ORLANDO, Fla. ― People with epilepsy experience earlier decline in memory function – especially if they have cardiovascular risk factors like high blood pressure or diabetes — than those without the condition, according to results of a large study presented at the American Epilepsy Society Annual Meeting.
The study is unique because it assesses the transition from healthy cognition to mild cognitive impairment (MCI) and MCI to dementia in people with and without epilepsy while also factoring in cardiovascular risk factors. People with MCI have clear symptoms showing changes in memory and thinking that do not significantly affect the person’s ability to carry out everyday activities. While some go on to develop dementia, others do not.
“While epilepsy itself is associated with MCI and dementia, this risk is substantially magnified in those who also have high blood pressure, diabetes or other cardiovascular risk factors,” said Ifrah Zawar, MD, lead author of the study and an assistant professor in the Department of Neurology at the University of Virginia, Charlottesville. “It is important to identify epilepsy promptly and treat it aggressively to help slow or prevent this decline in older adults who are cognitively healthy. In addition, early screening and targeted interventions towards modifiable cardiovascular risk factors may also help delay the onset of dementia.”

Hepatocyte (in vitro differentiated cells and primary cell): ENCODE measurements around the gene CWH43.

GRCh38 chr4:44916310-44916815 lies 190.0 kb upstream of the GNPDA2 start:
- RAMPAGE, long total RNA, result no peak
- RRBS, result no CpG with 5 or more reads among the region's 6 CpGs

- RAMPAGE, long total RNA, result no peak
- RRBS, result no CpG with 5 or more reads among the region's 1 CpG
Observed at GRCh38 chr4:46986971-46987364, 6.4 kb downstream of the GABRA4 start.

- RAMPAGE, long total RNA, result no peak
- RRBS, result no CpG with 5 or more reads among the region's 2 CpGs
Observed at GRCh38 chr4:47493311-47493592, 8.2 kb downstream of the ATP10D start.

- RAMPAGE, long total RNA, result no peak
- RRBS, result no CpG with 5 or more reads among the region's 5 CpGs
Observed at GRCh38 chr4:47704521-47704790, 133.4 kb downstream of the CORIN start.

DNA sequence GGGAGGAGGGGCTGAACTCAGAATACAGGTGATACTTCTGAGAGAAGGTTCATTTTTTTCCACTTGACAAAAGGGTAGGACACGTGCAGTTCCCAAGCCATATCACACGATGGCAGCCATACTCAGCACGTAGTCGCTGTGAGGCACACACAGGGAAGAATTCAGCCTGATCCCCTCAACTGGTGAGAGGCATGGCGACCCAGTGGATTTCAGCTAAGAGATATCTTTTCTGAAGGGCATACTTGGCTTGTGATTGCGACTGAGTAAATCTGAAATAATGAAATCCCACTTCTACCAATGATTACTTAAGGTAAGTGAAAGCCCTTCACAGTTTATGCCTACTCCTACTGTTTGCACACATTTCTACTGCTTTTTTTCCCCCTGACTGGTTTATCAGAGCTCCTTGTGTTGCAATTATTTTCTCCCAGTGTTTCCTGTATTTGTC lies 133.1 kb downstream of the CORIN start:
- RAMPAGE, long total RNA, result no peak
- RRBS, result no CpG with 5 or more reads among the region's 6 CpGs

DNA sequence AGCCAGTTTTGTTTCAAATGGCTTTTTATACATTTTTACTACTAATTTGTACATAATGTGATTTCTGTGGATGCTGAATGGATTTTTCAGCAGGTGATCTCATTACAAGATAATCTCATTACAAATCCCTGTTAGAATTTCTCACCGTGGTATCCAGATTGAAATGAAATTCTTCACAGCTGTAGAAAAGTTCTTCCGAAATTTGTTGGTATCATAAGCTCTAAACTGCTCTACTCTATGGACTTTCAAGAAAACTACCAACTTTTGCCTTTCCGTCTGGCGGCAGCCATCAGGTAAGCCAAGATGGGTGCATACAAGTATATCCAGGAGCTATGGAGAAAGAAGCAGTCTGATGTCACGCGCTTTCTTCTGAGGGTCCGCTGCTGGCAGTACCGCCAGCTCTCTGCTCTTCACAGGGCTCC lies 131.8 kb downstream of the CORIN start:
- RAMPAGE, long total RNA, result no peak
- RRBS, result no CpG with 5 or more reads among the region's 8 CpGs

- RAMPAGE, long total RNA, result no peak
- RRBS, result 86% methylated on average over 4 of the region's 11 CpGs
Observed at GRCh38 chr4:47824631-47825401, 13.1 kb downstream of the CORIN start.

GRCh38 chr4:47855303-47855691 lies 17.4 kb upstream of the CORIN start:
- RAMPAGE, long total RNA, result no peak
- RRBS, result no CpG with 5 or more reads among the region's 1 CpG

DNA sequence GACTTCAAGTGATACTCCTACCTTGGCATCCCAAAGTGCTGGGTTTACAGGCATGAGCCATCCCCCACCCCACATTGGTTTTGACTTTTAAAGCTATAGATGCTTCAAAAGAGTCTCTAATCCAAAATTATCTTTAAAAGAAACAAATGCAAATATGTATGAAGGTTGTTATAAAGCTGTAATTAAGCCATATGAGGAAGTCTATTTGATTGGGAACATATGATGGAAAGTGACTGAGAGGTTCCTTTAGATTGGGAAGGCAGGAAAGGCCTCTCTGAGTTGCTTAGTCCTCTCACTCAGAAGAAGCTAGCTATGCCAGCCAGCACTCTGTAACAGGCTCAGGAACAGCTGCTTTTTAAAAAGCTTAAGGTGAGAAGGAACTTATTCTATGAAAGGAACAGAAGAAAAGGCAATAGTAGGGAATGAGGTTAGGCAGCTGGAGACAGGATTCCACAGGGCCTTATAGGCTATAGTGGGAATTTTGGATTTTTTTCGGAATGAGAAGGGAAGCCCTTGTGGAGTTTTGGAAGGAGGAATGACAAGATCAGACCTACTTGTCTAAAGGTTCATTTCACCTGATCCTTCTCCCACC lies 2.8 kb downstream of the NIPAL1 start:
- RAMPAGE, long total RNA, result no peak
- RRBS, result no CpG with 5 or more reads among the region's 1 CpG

Researchers analyzed data from more than 13,700 cognitively healthy participants from 39 Alzheimer’s disease centers across the US who were part of the study between September 2005 and December 2021. Of those, fewer than 1 percent had epilepsy. Researchers determined that after accounting for age, sex, race, and education, those with epilepsy experienced a 65%-70% faster cognitive decline than those without epilepsy over the 14-year study period. Those with cardiovascular risk factors were more than 20% more likely to experience cognitive decline than those without cardiovascular risk factors, even after accounting for epilepsy.
However, the rate of decline from MCI to dementia was the same in patients with or without epilepsy. The researchers believe that’s likely because cardiovascular risk factors play a much bigger role than epilepsy in the later stages of dementia.